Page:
A. Chapter 7, Section 3712 of the California Revenue and Taxation Code States: The deed conveys title to the purchaser free of all encumbrances of any kind existing before the sale, except:
a) Any lien for installments of taxes and special assessments which installments will become payable upon the secured roll after the time of the sale.
b) The lien for taxes or assessments or other rights of any taxing agency which does not consent to the sale under this chapter.
c) Liens for special assessments levied upon the property conveyed which were, at the time of the sale under this chapter, not included in the amount necessary to redeem the tax-defaulted property, and, where a taxing agency which collects its own taxes has consented to the sale under this chapter, not included in the amount required to redeem from sale to the taxing agency.
d) Easements constituting servitude upon or burdens to the property; water rights, the record title to which is held separately from the title to the property; and restrictions of record.
e) Unaccepted, recorded, irrevocable offers of dedication of the property to the public or a public entity for a public purpose, and recorded options of any taxing agency to purchase the property or any interest therein for a public purpose.
f) Unpaid assessments under the Improvement Bond Act of 1915 (Division 10 (commencing with Section 8500) of the California Streets and Highways Code) which are not satisfied as a result of the sale proceeds being applied pursuant to Chapter 1.3 (commencing with Section 4671) of Part 8.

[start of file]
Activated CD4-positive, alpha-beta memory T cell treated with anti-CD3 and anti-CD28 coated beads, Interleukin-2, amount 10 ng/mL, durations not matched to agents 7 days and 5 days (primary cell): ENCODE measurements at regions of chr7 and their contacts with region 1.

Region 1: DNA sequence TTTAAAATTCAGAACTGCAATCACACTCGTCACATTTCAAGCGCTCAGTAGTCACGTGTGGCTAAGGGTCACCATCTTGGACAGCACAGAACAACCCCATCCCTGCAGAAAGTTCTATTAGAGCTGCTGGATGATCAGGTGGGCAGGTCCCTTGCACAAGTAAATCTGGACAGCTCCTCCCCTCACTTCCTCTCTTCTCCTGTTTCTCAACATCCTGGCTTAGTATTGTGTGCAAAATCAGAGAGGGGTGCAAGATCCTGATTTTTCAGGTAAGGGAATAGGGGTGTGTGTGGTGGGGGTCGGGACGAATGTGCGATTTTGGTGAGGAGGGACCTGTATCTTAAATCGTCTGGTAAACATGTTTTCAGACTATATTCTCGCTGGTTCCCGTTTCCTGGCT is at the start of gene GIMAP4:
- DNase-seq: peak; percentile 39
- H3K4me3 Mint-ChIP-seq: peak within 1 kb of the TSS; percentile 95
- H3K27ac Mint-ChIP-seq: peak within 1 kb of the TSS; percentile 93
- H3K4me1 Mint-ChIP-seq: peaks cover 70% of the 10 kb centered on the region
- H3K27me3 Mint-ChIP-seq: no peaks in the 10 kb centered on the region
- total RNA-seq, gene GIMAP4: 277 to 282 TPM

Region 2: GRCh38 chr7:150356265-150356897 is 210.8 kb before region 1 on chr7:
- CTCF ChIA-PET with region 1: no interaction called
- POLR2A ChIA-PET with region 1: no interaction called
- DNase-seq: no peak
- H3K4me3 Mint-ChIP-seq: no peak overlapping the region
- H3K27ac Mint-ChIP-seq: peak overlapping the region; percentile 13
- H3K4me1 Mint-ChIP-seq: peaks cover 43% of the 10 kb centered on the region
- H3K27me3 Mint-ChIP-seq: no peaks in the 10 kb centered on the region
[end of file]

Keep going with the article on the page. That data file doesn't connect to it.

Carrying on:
g) Any federal Internal Revenue Service liens which, pursuant to provisions of federal law, are not discharged by the sale, even though the tax collector has provided proper notice to the Internal Revenue Service before that date.
h) Unpaid special taxes under Mello-Roos Community Facilities Act of 1982 (Chapter 2.5, commencing with Section 53311, or Part 1 of Division 2 of Title 5 of the California Government Code) that are not satisfied as a result of the sale proceeds being applied pursuant to Chapter 1.3 (commencing with Section 4671) of Part 8.
A title search initiated at the prospective purchaser’s expense should reveal any liens or encumbrances on a property in the tax sale.
State law dictates that the minimum price for a tax-defaulted parcel offered at a public auction for the first time shall be no less than the total amount necessary to redeem plus costs. The minimum bid on a parcel may be set at a greater amount at the Tax Collector's discretion.
Yes. State law dictates that notice of a tax sale must be published once a week for three successive weeks in a newspaper of general circulation. A list of available properties will be published in the Napa Valley Register three times, once weekly.
No, the county does not handle the foreclosure or the eviction process. The property is sold "as is" and buyers assume all ownership responsibilities.
Most title companies will not insure title for one year after the recording of the tax deed. Quiet Title action may be needed.
Generally, Sections 177 and 3725 et. seq. of the California Revenue & Taxation Code limit the time to commence an action to one year from the recording of the tax deed.
Be sure you want the property before you bid. ALL SALES ARE FINAL AND THERE ARE ABSOLUTELY NO REFUNDS. If you default, under California State Law, the county cannot resort to the second highest bidder and will be required to take legal action against you. Failure to consummate the sale within the specified time shall result in the forfeiture of any deposit made and all rights that the purchaser may have had with respect to the property. Failure to consummate the sale will also bar the bidder from participating in future tax sales in Napa County.